I’ve just had a quick read of the Developing Digital Literacies briefing paper that accompanies the upcoming JISC funding call on the subject. Driven by government initiatives, in particular the “’Networked Nation’ manifesto in July 2010, with an aim of getting every working person in the UK online by 2015” the call is planned to meet the JISC vision for digital literacies which includes:
Digitally literate graduates;
Researchers, research students and their supervisors;
Learning and teaching professionals;
Digitally literate organisation.
JISC broadly defines digital literacy as “those capabilities which fit an individual for living, learning and working in a digital society.”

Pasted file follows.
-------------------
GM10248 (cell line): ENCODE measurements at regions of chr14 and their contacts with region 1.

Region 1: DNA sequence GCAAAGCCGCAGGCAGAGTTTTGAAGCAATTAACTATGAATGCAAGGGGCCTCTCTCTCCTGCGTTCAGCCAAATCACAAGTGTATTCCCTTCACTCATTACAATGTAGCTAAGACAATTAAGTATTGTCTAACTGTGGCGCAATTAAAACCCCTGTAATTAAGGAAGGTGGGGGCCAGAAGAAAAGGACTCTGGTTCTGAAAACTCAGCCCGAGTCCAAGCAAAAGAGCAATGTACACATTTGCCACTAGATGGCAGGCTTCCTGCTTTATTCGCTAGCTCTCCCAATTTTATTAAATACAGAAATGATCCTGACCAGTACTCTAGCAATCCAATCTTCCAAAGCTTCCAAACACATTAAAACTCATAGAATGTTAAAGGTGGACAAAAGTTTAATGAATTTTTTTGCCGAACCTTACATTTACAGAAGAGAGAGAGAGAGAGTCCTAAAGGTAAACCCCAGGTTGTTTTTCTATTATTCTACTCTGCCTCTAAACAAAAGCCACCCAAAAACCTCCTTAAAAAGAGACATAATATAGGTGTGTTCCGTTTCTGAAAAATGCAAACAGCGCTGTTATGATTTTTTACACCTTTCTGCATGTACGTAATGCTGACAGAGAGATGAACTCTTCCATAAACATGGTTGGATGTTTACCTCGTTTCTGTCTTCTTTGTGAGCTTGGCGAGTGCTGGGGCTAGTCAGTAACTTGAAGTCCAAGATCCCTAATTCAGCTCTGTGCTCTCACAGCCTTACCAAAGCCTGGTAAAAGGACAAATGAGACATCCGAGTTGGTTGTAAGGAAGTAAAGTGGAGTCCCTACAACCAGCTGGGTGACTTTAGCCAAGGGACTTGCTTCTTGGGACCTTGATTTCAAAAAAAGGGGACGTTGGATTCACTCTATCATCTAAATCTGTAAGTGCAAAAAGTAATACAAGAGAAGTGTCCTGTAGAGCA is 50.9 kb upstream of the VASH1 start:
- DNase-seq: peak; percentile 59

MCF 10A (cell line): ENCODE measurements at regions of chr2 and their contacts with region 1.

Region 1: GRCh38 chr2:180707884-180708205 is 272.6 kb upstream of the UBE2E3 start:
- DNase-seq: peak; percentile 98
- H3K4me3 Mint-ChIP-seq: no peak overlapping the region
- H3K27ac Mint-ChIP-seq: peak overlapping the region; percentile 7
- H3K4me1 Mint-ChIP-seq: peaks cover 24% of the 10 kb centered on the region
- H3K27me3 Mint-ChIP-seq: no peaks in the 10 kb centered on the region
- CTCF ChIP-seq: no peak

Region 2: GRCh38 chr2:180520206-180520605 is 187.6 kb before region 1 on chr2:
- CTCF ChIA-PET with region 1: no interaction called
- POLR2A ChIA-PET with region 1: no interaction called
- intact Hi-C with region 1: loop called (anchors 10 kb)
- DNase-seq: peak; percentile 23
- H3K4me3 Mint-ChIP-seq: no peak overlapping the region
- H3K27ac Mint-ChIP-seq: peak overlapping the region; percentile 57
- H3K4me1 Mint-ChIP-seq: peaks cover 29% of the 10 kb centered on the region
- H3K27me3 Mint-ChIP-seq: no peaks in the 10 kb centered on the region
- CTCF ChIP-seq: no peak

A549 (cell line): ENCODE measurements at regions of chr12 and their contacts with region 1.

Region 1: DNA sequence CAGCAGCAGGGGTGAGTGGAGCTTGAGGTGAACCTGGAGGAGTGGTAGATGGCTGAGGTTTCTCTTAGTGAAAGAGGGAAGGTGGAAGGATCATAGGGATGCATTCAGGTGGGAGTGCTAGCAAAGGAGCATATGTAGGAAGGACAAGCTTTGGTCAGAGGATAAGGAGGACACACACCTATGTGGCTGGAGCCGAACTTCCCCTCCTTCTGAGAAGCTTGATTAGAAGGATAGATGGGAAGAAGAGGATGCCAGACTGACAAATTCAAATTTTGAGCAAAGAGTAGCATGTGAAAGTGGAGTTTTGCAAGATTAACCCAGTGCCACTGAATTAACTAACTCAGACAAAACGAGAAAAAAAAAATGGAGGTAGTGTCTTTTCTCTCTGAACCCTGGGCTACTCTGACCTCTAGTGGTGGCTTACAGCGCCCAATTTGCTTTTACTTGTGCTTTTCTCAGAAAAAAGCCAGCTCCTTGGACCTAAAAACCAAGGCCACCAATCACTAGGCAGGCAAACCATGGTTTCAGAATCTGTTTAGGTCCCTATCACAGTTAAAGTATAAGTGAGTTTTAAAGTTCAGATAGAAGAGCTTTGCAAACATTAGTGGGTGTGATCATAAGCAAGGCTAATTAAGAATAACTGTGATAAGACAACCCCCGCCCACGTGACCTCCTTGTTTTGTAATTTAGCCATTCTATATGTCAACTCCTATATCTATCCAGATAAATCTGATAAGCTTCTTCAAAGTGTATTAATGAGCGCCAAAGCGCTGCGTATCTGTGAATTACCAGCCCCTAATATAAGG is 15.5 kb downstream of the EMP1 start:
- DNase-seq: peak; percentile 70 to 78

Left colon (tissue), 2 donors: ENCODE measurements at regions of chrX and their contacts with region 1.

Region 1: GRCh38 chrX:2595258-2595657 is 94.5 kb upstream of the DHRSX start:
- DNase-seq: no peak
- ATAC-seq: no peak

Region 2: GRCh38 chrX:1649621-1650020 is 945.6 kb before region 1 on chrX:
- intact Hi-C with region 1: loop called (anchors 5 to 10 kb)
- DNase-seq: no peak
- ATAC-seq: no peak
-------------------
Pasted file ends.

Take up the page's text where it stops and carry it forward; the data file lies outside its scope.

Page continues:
The briefing paper is very thorough and references a vast amount of work that has already been done. It is by no means a new area starting from scratch, although it has been discussed with many different terms, including IT literacy, social inclusion etc. It looks like a really interesting area of work and one that could genuinely shape the future of education provision and the impact that this has upon the wider society. If we get this right, we may even crack the ‘digital divide’, but it has to be approached carefully and with empathy and caution; some do have a genuine dislike/fear/apathy/distrust/lack of desire to be ‘upskilled’ in IT capabilities, and to wade in with a big stick will not help that. It needs to be understood and recognised. That said, I am not suggesting a ‘pandering to luddites’ approach, and those less keen need to be persuaded of the benefits of the wonderful world of technology. It should be a really interesting programme and best of luck to those that work on it, I look forward to seeing how it progresses.